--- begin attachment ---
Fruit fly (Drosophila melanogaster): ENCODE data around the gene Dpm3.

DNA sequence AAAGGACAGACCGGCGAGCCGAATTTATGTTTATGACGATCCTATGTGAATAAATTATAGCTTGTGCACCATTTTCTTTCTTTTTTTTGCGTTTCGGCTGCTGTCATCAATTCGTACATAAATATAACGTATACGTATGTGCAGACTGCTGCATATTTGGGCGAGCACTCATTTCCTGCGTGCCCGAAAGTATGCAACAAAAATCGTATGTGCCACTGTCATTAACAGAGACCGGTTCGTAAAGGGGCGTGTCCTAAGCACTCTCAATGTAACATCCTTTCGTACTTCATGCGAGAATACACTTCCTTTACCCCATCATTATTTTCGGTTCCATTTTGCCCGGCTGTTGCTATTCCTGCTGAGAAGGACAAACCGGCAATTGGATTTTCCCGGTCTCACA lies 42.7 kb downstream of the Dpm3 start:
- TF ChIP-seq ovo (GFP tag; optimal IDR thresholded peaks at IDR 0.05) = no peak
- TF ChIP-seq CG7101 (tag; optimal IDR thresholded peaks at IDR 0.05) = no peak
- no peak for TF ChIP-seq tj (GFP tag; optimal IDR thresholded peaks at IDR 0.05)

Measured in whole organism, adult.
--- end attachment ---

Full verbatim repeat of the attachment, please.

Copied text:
Fruit fly (Drosophila melanogaster): ENCODE data around the gene Dpm3.

DNA sequence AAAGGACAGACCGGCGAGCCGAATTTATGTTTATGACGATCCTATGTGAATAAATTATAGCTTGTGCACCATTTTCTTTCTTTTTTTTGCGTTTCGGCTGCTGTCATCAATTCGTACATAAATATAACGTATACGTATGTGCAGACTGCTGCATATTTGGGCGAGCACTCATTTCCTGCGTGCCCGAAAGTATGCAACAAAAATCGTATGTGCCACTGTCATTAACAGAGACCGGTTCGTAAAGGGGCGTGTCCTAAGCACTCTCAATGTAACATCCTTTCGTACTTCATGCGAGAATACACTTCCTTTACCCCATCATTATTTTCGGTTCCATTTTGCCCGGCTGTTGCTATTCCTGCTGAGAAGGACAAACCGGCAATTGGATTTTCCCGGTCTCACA lies 42.7 kb downstream of the Dpm3 start:
- TF ChIP-seq ovo (GFP tag; optimal IDR thresholded peaks at IDR 0.05) = no peak
- TF ChIP-seq CG7101 (tag; optimal IDR thresholded peaks at IDR 0.05) = no peak
- no peak for TF ChIP-seq tj (GFP tag; optimal IDR thresholded peaks at IDR 0.05)

Measured in whole organism, adult.